Giants

Madison Bumgarner waiting for results to match improved stuff on mound

Madison Bumgarner waiting for results to match improved stuff on mound

PHOENIX -- More than anything else -- the injuries, the rebuilding, the trade rumors -- Madison Bumgarner is frustrated by the losing.

So he was happy on Saturday night after getting backed by eight runs in the Giants' win over the Diamondbacks, but he was also perplexed. 

"It's a weird game," he said.

Bumgarner was referring to his own results. His stuff has taken a noticeable tick up in the last four starts, but he was charged with four runs in 6 1/3 innings on Saturday and has given up 11 earned in those four appearances. That's certainly not bad by any means, but it's not quite what he expects given how the ball is coming out of his hand. 

"I feel like I'm throwing the ball as good as I ever have," Bumgarner said. "The results not being there is frustrating."

Bumgarner's fastball and cutter again had a little extra zip on Saturday, and he hit 93 mph with eight pitches. He had done it 14 total times in his first nine starts. His fastball averaged a season-high 92.4 mph and his cutter was coming in at 88, but the pesky Diamondbacks kept making him work and eventually knocked him out in the seventh, when Bumgarner hit 93.2 mph with his last fastball of the game. That was his 10th-hardest pitch of the season. 

"Today I felt the best I've felt all year," he said of his command. "And somehow you look at the line and you walk three and give up four runs. It just doesn't match up. That's the frustrating part of the game."

Bumgarner shrugged it off, noting a couple of times how weird baseball can be.

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The results will come eventually, but by then he may be pitching in another uniform. There were plenty of scouts at Chase Field on Saturday to get a close eye at Bumgarner, and if the velocity bump sticks around and the command is still there, he could be the biggest name moved before the trade deadline.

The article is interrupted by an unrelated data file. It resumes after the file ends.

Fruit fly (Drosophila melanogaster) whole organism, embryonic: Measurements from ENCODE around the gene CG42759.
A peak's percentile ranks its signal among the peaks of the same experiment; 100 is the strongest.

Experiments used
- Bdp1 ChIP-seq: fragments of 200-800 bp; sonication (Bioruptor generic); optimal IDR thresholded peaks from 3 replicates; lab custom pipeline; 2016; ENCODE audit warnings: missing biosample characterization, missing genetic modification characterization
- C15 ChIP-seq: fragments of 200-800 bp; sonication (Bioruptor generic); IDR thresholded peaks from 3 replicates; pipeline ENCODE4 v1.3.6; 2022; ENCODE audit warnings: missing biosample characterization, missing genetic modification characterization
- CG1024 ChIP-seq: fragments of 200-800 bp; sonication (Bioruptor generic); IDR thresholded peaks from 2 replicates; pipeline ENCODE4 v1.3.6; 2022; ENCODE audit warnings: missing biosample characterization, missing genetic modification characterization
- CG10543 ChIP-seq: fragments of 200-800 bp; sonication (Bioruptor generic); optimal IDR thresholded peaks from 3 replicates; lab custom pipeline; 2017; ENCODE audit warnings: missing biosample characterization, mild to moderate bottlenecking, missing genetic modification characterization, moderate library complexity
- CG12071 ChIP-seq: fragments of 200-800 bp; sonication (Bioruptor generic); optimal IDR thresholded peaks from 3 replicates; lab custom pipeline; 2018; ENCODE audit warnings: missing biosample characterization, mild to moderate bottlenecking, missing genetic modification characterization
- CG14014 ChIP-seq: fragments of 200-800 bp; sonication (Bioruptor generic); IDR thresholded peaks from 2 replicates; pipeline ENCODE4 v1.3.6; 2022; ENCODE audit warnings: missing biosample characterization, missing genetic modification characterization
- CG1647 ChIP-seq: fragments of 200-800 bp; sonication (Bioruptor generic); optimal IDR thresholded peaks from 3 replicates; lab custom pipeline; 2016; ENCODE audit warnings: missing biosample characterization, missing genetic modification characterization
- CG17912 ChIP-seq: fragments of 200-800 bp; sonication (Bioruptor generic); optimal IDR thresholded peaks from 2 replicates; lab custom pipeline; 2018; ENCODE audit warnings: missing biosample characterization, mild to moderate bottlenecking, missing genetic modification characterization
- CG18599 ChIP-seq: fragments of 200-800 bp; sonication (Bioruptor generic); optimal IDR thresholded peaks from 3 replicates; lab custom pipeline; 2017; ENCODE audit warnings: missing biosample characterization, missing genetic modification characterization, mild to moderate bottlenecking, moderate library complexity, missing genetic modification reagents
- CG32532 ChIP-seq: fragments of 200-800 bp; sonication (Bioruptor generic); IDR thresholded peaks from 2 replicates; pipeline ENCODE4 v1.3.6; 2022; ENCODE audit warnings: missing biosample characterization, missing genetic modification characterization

Mayor London Breed clears way for Giants' June return to Oracle Park

Mayor London Breed clears way for Giants' June return to Oracle Park

The Giants expect the construction of their new bullpens to be finished in the next week or so. It might not be much longer before players are allowed to throw off the mounds. 

San Francisco mayor London Breed outlined new reopening rules on Thursday afternoon, and there was good news for professional sports teams. As part of a phase that will go into effect before June 15, professional sports teams can practice in the city of San Francisco with an approved plan. The city is targeting June 15 for the next phase, which states in part, "Professional sports games, tournaments and other entertainment venues allowed with no spectators with approved plans."

The players and owners are still far apart in negotiations, but if they can strike a deal that gets baseball back in July -- the target is to get games back by the July 4 holiday -- the Giants will be cleared to come home. Internally, they are still discussing the next steps and what a Spring Training 2.0 might look like. They're trying to decide between training at Scottsdale Stadium and doing so at Oracle Park, and the current lean is said to be returning to San Francisco.

It's not quite that easy, of course. The Giants would have to make significant changes to the structure at Oracle Park, expanding clubhouse space and finding new areas within the ballpark's footprint to train while following social distancing rules. They're hashing all of that now, and while they were never all that concerned about the restrictions in San Francisco, it certainly is a sigh of relief that the city is officially moving forward with reopening plans.